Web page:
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Venus and Jupiter dance in daylight

Most of us think only of viewing planets at night, but sometimes you can catch them in broad daylight! The next great chance to do that is Saturday, June 20.

Telescopic view of daytime Venus (l) and moon via NASA

Telescopic view of daytime Venus (l) and moon via NASA

You may have seen that Venus and Jupiter are drawing closer daily in the western dusk, heading toward a very close approach on June 30, 2015. If not, see “check out this video on the jaw-dropping Venus/Jupiter encounter.  What you may not know is that this event also offers several very good opportunities to catch both of these planets in broad daylight. The first series is June 19 through 21. The second is on and around June 30 itself. Determined observers can find Venus easily enough before and after that as well.

Venus is frequently (and fairly easily) observable in broad daylight, but only if you know exactly where to look. To make it easier, it’s always best to have a celestial “landmark” nearby. On June 19 through 21, the waxing crescent moon passes near both Venus and Jupiter. It should make for a spectacular view just after sunset! But, if you can locate the moon before sunset, you can use the moon to steer you to bright Venus as well.

The image above shows the crescent moon along with Venus and Jupiter on June 20 as it crosses the meridian – the midline in the sky, extending from due north to due south. The chart is set for Denver, Colorado, but Venus and Jupiter will be near the moon as seen from around the world on this date.

Brilliant as it is, during daylight hours Venus appears as a tiny bright speck in the sky, easily missed but quite prominent when you find it.

Jupiter, however, is not bright enough to make this easy, so finding it with the unaided eye may not be possible. Still, you may be able to locate it in binoculars focused on infinity. The key here is to determine beforehand where Venus and/or Jupiter will appear relative to the moon. The best way to do this is with software, such as Stellarium, which is free and online. Another good one is Starry Night, which is available for a fee. Once you have this sort of software, you can accurately set for your specific geographic location and time.

Finding a crescent moon during the day isn’t always extremely easy, either, but knowing to look due south (or north, if you’re in the Southern Hemisphere) at the time of meridian crossing – called transit by astronomers – helps. This U.S. Naval Observatory page will let you find transit times for the moon and planets, and be sure to look at the bottom of this article for information on how to use the U.S. Naval Observatory page.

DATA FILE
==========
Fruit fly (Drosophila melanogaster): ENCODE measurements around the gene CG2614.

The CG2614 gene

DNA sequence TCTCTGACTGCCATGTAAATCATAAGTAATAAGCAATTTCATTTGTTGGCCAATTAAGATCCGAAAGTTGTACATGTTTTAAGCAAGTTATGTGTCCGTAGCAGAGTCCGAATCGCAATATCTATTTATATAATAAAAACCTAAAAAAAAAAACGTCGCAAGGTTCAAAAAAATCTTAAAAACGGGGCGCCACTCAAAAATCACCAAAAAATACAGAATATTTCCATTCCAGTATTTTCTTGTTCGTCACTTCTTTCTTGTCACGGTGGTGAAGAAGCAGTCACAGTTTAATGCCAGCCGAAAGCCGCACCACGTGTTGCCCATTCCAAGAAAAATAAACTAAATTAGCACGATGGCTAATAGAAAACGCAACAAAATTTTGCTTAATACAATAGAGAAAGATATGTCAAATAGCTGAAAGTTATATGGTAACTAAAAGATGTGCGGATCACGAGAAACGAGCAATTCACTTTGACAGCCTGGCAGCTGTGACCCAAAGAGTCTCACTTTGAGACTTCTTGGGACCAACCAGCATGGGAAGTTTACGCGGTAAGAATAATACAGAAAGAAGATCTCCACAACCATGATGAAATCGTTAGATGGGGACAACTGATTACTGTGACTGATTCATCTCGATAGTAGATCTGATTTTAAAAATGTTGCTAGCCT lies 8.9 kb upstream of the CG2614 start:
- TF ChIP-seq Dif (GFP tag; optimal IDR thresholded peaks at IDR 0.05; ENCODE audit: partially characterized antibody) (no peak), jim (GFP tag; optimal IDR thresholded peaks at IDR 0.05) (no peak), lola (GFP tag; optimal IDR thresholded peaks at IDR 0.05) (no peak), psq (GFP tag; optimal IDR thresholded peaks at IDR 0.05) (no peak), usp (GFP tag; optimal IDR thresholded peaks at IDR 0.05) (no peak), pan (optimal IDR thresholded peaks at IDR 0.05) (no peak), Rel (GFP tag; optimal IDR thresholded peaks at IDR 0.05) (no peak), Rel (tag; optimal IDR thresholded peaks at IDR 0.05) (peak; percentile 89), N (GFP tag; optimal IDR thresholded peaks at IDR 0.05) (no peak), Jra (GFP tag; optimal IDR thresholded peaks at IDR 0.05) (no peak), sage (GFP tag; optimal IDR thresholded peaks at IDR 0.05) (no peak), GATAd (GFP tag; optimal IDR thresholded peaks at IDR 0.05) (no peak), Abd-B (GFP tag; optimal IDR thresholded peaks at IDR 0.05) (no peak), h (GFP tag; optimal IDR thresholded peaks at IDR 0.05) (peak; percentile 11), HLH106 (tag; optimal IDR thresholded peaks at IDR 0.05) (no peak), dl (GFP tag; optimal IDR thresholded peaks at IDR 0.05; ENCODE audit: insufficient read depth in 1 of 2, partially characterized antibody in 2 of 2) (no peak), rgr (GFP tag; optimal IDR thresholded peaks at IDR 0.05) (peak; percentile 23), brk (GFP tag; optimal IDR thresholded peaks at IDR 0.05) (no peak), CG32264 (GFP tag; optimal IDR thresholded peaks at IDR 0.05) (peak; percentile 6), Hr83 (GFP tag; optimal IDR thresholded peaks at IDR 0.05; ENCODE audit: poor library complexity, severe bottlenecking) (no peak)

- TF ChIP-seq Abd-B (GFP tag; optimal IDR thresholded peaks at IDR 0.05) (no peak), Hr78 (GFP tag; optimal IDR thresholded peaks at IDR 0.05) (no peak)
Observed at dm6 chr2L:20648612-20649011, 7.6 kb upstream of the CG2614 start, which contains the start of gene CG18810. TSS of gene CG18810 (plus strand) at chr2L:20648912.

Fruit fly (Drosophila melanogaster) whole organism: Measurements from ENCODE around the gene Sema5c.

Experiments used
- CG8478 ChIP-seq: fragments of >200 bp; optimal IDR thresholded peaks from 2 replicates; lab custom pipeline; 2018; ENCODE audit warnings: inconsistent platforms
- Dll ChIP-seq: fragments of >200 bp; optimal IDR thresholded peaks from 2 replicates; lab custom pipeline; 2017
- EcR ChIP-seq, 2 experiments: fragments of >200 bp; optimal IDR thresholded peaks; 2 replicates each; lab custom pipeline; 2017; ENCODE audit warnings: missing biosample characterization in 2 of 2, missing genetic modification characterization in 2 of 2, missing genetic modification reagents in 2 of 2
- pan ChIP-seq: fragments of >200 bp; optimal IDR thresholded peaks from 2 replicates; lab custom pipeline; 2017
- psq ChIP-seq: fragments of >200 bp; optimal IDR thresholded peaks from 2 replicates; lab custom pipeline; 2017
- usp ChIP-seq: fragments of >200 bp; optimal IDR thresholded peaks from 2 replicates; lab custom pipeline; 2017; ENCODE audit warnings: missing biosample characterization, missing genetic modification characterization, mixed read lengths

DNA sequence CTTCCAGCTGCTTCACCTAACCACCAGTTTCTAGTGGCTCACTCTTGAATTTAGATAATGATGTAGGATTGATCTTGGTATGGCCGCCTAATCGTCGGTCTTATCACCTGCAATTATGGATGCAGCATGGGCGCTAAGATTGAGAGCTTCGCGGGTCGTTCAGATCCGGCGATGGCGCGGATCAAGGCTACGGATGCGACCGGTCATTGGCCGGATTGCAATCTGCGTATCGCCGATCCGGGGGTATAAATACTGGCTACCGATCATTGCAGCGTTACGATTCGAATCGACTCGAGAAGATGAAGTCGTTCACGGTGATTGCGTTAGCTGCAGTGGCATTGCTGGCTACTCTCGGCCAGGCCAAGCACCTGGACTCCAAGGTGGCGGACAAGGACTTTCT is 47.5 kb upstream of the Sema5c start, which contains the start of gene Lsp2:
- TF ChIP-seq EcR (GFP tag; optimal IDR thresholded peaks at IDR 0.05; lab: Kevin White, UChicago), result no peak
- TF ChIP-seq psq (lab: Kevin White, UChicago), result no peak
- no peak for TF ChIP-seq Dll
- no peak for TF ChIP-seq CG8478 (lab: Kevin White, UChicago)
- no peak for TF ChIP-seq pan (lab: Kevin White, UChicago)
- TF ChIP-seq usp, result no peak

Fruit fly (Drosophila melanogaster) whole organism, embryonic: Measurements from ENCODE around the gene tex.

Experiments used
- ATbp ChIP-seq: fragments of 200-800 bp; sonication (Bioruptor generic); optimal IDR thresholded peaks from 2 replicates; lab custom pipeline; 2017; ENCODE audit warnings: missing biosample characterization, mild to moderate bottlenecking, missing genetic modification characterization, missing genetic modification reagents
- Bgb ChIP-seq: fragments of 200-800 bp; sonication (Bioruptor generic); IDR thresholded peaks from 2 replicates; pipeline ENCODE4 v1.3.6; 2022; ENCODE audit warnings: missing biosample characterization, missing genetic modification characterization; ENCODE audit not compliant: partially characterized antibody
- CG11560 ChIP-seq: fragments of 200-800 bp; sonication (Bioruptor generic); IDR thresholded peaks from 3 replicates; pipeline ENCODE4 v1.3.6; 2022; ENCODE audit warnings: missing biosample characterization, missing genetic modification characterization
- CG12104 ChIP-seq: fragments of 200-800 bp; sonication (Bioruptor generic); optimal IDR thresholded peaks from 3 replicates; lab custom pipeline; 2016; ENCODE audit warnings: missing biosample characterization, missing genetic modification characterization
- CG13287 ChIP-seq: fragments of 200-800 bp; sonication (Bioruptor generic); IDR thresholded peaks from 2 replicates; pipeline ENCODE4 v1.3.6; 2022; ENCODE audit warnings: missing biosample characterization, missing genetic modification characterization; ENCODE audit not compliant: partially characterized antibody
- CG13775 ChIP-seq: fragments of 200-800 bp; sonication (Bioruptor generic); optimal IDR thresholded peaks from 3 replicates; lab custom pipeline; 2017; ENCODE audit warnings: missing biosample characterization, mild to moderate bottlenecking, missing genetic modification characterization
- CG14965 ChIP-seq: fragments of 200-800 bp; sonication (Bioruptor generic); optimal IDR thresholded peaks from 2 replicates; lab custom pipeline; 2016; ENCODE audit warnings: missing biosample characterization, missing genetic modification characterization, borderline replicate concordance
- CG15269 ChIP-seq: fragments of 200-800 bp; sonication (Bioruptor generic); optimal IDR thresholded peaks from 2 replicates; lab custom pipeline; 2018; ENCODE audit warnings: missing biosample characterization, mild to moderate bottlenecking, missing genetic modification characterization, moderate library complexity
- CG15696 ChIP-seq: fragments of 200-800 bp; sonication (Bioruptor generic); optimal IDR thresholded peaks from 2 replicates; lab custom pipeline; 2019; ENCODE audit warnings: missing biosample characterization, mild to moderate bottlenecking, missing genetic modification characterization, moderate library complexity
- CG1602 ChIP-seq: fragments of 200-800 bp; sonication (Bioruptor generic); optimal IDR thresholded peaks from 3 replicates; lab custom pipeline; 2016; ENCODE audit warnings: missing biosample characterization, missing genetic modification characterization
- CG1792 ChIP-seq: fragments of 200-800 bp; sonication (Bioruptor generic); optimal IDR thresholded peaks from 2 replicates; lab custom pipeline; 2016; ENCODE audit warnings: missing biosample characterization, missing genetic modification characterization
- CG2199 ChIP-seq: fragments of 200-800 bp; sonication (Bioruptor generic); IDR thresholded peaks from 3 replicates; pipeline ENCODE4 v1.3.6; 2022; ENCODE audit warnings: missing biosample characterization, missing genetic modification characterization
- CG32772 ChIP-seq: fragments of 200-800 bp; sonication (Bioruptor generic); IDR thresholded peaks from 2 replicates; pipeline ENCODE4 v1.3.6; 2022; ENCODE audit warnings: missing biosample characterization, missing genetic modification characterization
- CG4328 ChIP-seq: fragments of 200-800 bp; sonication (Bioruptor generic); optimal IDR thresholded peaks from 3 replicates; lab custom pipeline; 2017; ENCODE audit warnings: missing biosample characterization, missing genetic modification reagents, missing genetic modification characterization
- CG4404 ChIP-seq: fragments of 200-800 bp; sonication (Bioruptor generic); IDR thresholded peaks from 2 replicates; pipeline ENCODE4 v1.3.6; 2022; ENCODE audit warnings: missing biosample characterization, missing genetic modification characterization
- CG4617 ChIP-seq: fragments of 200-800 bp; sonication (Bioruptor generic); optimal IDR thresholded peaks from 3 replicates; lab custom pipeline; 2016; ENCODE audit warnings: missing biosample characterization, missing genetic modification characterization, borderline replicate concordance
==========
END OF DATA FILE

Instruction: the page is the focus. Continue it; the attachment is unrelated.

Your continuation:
Once you find the moon, finding Venus should be easy, although finding Jupiter may still be a challenge requiring binoculars.

Daylight observation of moon and Venus in 2012 via Martin Powell at nakedeyeplanets.com

Daylight observation of moon and Venus in 2012 via Martin Powell at nakedeyeplanets.com


Simulated binocular view of Venus and Jupiter encounter on June 30. It shows a binocular field centered on Venus. Although much fainter, Jupiter is visible to the upper left. Image courtesy of Stellarium.

The second series of opportunities to see these objects in daylight centers around June 30, which is the date of the closest approach between Venus and Jupiter. On this date, Venus and Jupiter will appear closer in our sky than they will again until August of 2016.

However, on June 30, there will be no moon to serve as a landmark. Knowing when to look in a particular direction is essential. Specifically, you need to determine the exact time when Venus passes the meridian. That is, you need to know when Venus is due south in the sky (or, from the Southern Hemisphere, due north) from your location.

Then you can scan the southern (or northern) sky with binoculars until you find it.

Once located, you can refer to software for the relative position of Jupiter (if needed).

How to use the U.S. Naval Observatory page to find transit times. To find the transit time of Venus, all you need do is go to this page and enter your info: US Naval Observatory. Then:

1. Notice you can see for U.S. locations (top of page) or worldwide locations (bottom of page).

2. Set your location, and the date you want.

3. Select Venus as the “Celestial object of interest.”

4. Select “Compute data.” On the resulting page you will see the transit time and altitude of Venus above your horizon.

5. Note: The heading “Transit Alt.” may seem like one column, but it actually is two, one for transit time and the other for altitude in degrees. For example, if it lists the transit time as 16:10 and altitude as 65, that means that Venus will be due south (or north) at 4:10 pm at your location, and it will be about 65 degrees above the southern horizon. That’s a bit more than two-thirds of the way up to the zenith, or highest point in the sky.

Remember that the exact positions of Jupiter, Venus and the moon change depending on the time and geographic location of the observer. Information for June 19 will not be valid for June 20. Be sure to use the information for your location and your observing time.

Have fun with the daylight observation, and remember … never look at the sun without proper eye protection!

Venus and moon in daylight on September 8, 2013, as captured by Enrique Fiset in Canada.  Thank you, Enrique.

Venus and moon in daylight on September 8, 2013, as captured by Enrique Fiset in Canada.

Bottom line: Venus and Jupiter are drawing exceptionally close in the evening sky, but don’t wait for sunset. Given a little preparation and reasonable eyesight, you can catch them before the sun goes down.

Larry Sessions